We've had a lot of people ask us about what we use for sleeping pads. "How can you be comfortable sleeping on the ground?" they ask. They seem to think that sleeping on the ground is...hard.
Well, to be fair, the ground is hard, and we've made some adjustments over the years.
I slept for many years on a 1/2 inch piece of closed cell blue foam. My wife was always trying something new, and usually in combination with at least one other pad--the best combination was a Thermarest Z-rest mattress over 1/2 of foam pad.
But then one year for her birthday, I bought her a Thermarest Neo-Air mattress--the modern version of that old inflatable plastic thing that we used as scouts. It was a revelation, and she was in heaven.
I remained unconvinced. "Goldurn fancypants foolishness" or something like that, was what I could be heard to mutter under my breath.
Until, that is, one day when I accepted her offer to borrow her Neo-Air to take a nap in the afternoon. Holy Mackerel was that nice! I quickly bought one for myself. One order of fancypants foolishness to go, and make it snappy!
They are relatively light (about 12 ounces, all in) and inflate to a VERY comfortable 2 inches or more. Of luxury. All part of our home away from home.
So we used these pads for about four years, and were pretty darn happy with them. Over time they began to leak and flatten out over the course of a night. And after living with them for a couple of years that way, re-inflating them in the middle of the night, we finally contacted Neo-Air about getting them fixed.
Very simply process, and they made it easy. We sent them our mattresses, and they promised to fix them for very little money indeed--all in the course of a promised 4-6 week turnaround. Can't beat that.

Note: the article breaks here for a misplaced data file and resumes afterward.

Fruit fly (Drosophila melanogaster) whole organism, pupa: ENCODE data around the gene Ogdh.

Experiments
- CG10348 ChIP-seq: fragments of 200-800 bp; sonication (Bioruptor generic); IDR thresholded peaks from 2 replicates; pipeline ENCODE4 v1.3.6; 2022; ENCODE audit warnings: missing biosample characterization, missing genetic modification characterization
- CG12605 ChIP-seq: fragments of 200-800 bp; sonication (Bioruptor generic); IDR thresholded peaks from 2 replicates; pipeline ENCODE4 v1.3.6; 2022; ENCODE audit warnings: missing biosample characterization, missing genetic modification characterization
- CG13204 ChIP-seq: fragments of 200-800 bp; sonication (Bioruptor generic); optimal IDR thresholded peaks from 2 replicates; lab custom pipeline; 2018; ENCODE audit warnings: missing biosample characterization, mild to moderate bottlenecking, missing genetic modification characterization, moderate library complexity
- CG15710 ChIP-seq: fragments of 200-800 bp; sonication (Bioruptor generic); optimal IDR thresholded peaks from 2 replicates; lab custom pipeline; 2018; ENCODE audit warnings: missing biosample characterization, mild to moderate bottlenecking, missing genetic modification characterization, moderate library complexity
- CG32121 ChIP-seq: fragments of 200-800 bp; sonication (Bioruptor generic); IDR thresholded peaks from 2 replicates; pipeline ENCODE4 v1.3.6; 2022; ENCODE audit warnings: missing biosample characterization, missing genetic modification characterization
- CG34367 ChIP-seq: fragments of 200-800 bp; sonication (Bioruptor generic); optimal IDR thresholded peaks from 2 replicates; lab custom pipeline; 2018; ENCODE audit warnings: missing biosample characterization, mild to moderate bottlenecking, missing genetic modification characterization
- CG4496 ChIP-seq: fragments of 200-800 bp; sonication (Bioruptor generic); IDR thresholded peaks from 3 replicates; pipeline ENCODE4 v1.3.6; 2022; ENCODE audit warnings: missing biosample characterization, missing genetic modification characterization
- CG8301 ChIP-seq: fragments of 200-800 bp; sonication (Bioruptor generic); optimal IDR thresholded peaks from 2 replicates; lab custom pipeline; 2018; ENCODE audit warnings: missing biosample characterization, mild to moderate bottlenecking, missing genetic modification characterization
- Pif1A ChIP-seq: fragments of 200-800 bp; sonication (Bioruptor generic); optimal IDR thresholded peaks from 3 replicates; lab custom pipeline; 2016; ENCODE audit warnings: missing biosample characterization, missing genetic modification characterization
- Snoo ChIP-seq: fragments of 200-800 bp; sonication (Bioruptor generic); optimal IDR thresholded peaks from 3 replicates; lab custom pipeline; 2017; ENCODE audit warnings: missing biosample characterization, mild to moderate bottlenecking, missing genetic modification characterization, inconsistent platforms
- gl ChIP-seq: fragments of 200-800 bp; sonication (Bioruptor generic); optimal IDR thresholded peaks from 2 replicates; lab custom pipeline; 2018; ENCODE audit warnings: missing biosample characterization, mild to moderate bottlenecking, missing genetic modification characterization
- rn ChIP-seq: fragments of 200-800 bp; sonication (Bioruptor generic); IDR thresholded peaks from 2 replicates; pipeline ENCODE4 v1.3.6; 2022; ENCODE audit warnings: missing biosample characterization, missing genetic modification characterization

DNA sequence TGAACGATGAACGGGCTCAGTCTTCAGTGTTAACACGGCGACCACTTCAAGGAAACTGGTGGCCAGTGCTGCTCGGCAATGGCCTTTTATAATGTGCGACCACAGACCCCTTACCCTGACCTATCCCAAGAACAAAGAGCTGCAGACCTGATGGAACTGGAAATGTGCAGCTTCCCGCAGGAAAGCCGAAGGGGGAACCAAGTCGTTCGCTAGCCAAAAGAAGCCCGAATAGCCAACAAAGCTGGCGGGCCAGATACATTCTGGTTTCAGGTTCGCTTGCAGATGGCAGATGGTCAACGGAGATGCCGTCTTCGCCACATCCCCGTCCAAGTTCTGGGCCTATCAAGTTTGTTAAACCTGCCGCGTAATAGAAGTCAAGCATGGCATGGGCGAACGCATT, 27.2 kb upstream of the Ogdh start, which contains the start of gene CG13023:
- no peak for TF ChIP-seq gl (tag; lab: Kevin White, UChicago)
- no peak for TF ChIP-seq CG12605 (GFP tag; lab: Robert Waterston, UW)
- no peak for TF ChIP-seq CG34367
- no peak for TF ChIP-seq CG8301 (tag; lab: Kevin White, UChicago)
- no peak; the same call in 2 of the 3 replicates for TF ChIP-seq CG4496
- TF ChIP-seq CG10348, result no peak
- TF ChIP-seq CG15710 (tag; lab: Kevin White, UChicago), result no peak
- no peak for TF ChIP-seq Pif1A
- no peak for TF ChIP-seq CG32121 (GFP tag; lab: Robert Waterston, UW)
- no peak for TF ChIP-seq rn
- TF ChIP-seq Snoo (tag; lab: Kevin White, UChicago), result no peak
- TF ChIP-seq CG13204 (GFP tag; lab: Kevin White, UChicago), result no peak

Well, you can beat that.
Because about two weeks later, instead of fixing all of the leaks in our older model mattresses, they sent us brand new ones that don't leak.
We're sold. Again. We can hardly wait to sleep on them. Again.
The first iteration of the Neo-Airs I did not like, and quickly sold mine. They changed, I bought my wife the new women's model , but it would deflate very slowly right from its first night on the trail. I also bought another. After 4 years, I sent the wife's in for repair after wasting lots of time with tub dunkings and soap bubble sprayings trying to find the leak after it started going dead flat 1/2 way through a night. They sent us a new one, but charged me shipping. It was a faulty seam. I received the bill after the fact, about 2 weeks later. It was for 30 bucks. Cheap for a new pad, but it tempered my enthusiasm a little.
Yeah, I was more skeptical of the IR reflection model than the appeal of going back to an air mattress after foam pads and self-inflators, but darned if it doesn't work and it's perhaps the most significant volume-saving gear swap I can think of. Turns out the horizontal tubes (vs. lengthwise) do a great job eliminating typical air mattress bounce. My main "discovery" achieving best comfort was avoiding over-inflation.
Loc: Kitsap Peninsula, WA
I too have gone through several iterations of sleeping pads. We used to use something called Insolite and two of them in winter. Blue foam pads are the equivalent nowadays. I advanced to a closed cell foam ridge rest (48") for quite some time, but a few years ago I purchased a ThermoRest Scout (48") and I admit I sleep very well on it. Not as thick or as light as your NeoRest, but when people ask me how my pad worked the next morning I tell them "I don't know, I was sleeping all night." In snow I don't feel I need as much padding because the snow conforms to my body shape so I use a 72" Ridge rest and it insulates well enough and weighs only 14 ounces. I wonder how that compares with the insulation provided by the Neorest.